Syracuse University

Spring, 2016

The Temple &
the Dead Sea Scrolls

(Writing Intensive)

Time: TTh .
Instructor:   JIM WATTS (PhD) 
Office:  Hall of Languages 501 
Office Hours: M & by appointment
Phone:  443-5713 



Audience: Students interested in the Bible or ancient religions and wanting to fill Humanities and Writing Intensive core requirements, as well as majors and minors in Religion, Jewish Studies, and History.
Prerequisites/Co-requisites: None.

Course Description: The period between the construction of the second Jewish temple in Jerusalem in 515 B.C.E. and its destruction by the Romans in 70 C.E. witnessed major historical upheavals and significant religious changes that would affect all subequent Western religions. The origins of the authority of scripture, of the centrality of law and morality in religion, of the synagogue and of apocalyptic expectations for the future all developed in the Judaism of this period. This investigation of the history and literature of Second Temple Judaism will begin with the history of political and religious developments, then read various types of literature from the period (such as apocalyptic and some of the scrolls from the Dead Sea), and conclude by considering the developing role of scripture in religious thought and literature, to set the stage for interpreting the emergence of rabbinic Judaism and early Christianity.

Course Objectives: The goals of this course goals are to have students:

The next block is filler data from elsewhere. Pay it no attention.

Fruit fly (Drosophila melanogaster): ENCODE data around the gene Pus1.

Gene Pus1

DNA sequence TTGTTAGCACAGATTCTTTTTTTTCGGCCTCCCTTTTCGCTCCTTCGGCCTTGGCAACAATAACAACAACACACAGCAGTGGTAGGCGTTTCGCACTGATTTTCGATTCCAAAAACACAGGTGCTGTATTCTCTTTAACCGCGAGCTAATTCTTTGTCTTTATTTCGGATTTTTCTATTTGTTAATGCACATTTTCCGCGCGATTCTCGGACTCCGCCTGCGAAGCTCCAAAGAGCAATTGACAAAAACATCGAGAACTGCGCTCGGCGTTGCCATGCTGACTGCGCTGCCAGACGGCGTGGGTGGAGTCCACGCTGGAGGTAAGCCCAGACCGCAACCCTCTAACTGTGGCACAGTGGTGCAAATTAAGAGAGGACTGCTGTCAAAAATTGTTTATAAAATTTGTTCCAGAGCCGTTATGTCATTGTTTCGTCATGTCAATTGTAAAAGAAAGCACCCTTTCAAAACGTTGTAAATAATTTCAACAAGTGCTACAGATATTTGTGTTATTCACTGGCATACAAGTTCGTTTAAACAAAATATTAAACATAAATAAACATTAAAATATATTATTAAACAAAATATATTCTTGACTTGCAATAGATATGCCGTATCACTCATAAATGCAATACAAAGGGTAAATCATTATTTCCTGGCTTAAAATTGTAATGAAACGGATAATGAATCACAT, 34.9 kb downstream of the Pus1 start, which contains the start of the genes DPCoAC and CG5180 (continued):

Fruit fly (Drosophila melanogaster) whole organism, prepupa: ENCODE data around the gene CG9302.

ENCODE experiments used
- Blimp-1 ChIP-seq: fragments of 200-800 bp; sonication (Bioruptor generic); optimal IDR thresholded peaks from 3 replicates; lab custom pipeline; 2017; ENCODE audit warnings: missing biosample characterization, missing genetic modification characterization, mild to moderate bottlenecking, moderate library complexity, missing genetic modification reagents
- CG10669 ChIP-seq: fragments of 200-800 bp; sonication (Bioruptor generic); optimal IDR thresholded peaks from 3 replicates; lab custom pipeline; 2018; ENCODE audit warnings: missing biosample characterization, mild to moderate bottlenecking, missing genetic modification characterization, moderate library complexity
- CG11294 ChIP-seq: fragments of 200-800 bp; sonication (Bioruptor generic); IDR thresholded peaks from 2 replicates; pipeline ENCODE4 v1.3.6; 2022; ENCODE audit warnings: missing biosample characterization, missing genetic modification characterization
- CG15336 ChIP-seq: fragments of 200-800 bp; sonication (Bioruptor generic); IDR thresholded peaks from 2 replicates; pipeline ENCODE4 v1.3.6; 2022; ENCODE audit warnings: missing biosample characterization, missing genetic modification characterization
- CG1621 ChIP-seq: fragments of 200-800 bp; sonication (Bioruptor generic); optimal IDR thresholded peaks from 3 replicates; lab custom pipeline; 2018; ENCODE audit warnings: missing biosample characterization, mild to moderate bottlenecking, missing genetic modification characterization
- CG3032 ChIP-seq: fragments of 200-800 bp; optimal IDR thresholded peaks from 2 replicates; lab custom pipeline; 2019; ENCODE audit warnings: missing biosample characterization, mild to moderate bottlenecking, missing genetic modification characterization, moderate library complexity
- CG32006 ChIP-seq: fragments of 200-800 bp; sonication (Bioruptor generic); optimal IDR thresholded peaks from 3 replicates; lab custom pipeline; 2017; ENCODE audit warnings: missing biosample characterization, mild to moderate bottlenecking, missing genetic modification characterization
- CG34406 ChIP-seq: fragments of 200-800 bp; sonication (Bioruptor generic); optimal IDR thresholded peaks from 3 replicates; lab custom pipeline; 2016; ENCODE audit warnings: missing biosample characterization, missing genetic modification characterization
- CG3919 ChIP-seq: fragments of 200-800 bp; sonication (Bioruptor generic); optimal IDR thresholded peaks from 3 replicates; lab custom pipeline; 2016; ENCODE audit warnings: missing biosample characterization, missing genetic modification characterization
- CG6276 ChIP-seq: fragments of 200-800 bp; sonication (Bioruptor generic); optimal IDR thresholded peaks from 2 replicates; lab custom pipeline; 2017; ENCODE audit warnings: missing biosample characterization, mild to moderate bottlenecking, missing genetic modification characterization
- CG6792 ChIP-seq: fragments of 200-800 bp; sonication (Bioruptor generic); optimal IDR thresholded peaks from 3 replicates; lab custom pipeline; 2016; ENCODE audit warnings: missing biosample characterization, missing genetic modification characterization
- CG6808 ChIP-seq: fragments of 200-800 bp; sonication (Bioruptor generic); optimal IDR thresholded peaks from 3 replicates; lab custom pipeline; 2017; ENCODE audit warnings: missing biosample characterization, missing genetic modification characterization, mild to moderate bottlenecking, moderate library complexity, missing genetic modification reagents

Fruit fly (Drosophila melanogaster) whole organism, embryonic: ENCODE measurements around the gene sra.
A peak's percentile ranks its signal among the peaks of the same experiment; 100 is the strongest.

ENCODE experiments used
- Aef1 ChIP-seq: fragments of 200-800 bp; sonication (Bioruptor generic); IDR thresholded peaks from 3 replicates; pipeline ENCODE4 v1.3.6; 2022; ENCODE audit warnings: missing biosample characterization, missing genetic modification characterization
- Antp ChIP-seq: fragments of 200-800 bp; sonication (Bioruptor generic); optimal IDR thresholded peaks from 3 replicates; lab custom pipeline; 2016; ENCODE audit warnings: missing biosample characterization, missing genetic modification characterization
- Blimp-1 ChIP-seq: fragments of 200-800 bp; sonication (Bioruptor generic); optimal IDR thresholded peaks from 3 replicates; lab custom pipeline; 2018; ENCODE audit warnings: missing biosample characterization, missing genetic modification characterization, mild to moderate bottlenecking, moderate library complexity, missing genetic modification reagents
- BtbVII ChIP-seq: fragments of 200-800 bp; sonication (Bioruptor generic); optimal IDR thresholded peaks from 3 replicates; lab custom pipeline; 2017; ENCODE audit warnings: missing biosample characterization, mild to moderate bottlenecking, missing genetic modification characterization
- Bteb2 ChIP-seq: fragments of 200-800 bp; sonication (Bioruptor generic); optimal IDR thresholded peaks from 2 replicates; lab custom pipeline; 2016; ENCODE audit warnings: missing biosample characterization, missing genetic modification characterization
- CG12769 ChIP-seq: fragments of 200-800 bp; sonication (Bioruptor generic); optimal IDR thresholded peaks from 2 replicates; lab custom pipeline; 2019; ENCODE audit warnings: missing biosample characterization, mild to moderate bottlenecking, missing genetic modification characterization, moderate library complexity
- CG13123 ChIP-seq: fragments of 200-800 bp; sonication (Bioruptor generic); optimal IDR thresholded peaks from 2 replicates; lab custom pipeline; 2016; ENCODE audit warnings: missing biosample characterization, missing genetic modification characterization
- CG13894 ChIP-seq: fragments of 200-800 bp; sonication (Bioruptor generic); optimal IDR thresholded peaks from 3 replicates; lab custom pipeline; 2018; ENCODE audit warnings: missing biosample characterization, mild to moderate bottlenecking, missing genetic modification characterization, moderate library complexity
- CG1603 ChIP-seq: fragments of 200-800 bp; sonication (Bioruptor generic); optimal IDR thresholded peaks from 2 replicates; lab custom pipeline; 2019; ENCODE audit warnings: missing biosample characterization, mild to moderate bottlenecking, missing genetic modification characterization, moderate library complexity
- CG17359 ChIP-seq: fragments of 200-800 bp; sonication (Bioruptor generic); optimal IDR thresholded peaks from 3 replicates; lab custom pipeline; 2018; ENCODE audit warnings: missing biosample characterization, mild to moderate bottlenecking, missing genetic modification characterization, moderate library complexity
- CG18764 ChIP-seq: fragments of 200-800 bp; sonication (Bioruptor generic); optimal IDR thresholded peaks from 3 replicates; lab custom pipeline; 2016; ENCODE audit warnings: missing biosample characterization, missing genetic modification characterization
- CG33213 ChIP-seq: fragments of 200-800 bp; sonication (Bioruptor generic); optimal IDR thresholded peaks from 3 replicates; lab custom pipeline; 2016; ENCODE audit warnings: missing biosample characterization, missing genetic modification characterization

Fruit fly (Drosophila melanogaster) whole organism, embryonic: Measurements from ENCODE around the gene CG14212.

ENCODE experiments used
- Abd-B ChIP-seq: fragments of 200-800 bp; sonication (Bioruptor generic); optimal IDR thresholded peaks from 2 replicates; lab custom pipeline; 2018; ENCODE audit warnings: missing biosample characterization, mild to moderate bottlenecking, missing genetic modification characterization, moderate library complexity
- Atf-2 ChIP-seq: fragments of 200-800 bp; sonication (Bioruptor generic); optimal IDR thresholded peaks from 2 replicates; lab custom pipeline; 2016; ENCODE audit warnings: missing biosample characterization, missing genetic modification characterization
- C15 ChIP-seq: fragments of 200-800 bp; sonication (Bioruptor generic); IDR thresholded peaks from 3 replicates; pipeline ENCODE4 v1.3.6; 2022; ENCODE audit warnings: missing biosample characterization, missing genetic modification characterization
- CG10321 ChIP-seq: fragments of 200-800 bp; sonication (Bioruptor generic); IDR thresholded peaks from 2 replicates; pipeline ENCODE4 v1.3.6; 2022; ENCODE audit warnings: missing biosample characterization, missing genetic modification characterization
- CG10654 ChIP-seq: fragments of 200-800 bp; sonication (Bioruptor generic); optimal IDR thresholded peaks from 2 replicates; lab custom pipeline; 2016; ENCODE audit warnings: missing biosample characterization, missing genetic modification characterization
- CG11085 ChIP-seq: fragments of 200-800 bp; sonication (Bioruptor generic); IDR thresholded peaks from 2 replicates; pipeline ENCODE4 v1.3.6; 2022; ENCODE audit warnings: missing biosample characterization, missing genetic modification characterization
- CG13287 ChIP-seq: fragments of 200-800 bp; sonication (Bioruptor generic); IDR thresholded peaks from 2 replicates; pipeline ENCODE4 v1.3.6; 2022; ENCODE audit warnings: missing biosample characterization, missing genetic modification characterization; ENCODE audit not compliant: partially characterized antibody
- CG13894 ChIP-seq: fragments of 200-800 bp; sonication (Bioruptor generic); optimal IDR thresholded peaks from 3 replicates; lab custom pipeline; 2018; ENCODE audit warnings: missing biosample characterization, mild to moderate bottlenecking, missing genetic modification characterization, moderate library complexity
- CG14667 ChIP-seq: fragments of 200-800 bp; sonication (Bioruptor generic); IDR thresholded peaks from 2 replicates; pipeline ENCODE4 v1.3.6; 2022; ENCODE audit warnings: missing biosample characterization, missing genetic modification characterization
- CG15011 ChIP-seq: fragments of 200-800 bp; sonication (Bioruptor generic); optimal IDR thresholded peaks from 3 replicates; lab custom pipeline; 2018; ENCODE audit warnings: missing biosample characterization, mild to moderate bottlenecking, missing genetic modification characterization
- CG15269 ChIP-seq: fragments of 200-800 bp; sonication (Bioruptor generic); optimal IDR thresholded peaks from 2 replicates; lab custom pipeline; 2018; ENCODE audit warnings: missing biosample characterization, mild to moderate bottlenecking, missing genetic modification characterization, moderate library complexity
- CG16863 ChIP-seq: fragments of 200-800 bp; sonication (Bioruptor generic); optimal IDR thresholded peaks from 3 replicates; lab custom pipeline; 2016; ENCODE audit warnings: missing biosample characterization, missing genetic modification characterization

1. gain a thorough knowledge of the literary sources for Second Temple Jewish history;
  2. investigate the impact in this period and culture of social forces on religious beliefs and practices, and of religion on social institutions;
  3. use the context of Second Temple Jewish culture to think both critically and imaginatively about the nature of religion as a basic response to and expression of the human condition;
  4. develop an understanding of Second Temple Jewish literature as a key instance in the diversity of human religious phenomena, and achieve a fluency in interpreting and describing it.

This course meets the Writing Intensive requirement of the Liberal Arts Core in the College of Arts and Sciences.

Course Requirements:
The course consists of class discussions, lectures, student projects, and, most of all, readings. This course is a reading course, and students' completion of all reading assignments is essential for their success. Assignments, discussions, lectures and tests all presuppose that students have read carefully and on schedule the assigned readings. 

Evaluation: Students are evaluated on the basis of their performance on:

  1. Daily assignments on the readings due at the beginning of each class (20%).
  2. Four papers (70%) of 1500 words each (see due dates and links to paper assignments in schedule below). Students may choose to combine substitute a 3,000 word term paper for papers 3 and 4. Late papers assignments will not be eligible for an 'A' grade.
  3. Participation in class discussions and activities (10%).

The grading scale is: A+ = 100, A = 95, A- = 92, B+ = 88, B = 85, B- = 82, etc. Student may check their grades online through the Blackboard Learning System. Incidents of plagiarism or cheating result in no credit (0) for the test or assignment and may result in further disciplinary action.